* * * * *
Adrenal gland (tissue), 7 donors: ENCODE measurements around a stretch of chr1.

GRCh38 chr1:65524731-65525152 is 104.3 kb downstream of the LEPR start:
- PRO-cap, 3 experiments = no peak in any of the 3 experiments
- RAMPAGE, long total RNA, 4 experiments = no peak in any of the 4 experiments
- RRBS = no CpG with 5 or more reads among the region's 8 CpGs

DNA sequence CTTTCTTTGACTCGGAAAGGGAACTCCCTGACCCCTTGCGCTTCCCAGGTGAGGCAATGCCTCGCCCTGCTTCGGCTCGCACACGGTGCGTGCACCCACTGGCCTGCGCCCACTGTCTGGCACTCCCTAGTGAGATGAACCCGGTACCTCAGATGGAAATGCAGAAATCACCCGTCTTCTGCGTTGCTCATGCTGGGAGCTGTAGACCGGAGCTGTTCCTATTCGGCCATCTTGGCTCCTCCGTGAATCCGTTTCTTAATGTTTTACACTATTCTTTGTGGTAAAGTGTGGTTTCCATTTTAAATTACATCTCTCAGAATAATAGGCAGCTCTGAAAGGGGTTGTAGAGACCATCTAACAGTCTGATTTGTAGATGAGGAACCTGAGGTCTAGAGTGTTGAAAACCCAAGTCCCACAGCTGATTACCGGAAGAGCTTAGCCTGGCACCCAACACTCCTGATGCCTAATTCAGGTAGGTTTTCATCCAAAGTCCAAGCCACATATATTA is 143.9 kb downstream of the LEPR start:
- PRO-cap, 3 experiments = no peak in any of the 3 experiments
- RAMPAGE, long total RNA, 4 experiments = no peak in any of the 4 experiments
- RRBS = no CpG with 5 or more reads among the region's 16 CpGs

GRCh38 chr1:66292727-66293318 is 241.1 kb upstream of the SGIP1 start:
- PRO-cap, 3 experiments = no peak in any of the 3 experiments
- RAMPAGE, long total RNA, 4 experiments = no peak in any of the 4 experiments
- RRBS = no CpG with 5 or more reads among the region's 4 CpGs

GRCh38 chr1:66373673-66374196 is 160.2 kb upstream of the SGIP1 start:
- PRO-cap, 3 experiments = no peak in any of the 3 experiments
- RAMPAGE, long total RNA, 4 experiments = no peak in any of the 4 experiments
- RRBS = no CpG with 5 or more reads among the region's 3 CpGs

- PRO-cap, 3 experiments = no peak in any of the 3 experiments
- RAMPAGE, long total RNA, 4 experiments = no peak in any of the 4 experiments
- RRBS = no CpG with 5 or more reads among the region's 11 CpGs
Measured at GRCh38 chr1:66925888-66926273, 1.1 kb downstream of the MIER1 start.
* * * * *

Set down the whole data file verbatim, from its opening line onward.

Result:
Adrenal gland (tissue), 7 donors: ENCODE measurements around a stretch of chr1.

GRCh38 chr1:65524731-65525152 is 104.3 kb downstream of the LEPR start:
- PRO-cap, 3 experiments = no peak in any of the 3 experiments
- RAMPAGE, long total RNA, 4 experiments = no peak in any of the 4 experiments
- RRBS = no CpG with 5 or more reads among the region's 8 CpGs

DNA sequence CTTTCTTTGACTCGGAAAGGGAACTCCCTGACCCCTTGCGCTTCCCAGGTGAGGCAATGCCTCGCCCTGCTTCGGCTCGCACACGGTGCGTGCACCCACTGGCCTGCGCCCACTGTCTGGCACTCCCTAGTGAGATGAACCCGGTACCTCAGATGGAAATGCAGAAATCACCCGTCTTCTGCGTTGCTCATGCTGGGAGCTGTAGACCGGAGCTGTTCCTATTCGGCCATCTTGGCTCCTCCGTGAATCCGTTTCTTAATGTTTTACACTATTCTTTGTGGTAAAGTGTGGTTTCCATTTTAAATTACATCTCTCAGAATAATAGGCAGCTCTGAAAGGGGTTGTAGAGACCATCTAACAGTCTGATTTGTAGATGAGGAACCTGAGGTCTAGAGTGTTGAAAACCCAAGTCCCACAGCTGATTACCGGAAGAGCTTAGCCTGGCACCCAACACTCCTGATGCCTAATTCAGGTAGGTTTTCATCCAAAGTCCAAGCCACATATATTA is 143.9 kb downstream of the LEPR start:
- PRO-cap, 3 experiments = no peak in any of the 3 experiments
- RAMPAGE, long total RNA, 4 experiments = no peak in any of the 4 experiments
- RRBS = no CpG with 5 or more reads among the region's 16 CpGs

GRCh38 chr1:66292727-66293318 is 241.1 kb upstream of the SGIP1 start:
- PRO-cap, 3 experiments = no peak in any of the 3 experiments
- RAMPAGE, long total RNA, 4 experiments = no peak in any of the 4 experiments
- RRBS = no CpG with 5 or more reads among the region's 4 CpGs

GRCh38 chr1:66373673-66374196 is 160.2 kb upstream of the SGIP1 start:
- PRO-cap, 3 experiments = no peak in any of the 3 experiments
- RAMPAGE, long total RNA, 4 experiments = no peak in any of the 4 experiments
- RRBS = no CpG with 5 or more reads among the region's 3 CpGs

- PRO-cap, 3 experiments = no peak in any of the 3 experiments
- RAMPAGE, long total RNA, 4 experiments = no peak in any of the 4 experiments
- RRBS = no CpG with 5 or more reads among the region's 11 CpGs
Measured at GRCh38 chr1:66925888-66926273, 1.1 kb downstream of the MIER1 start.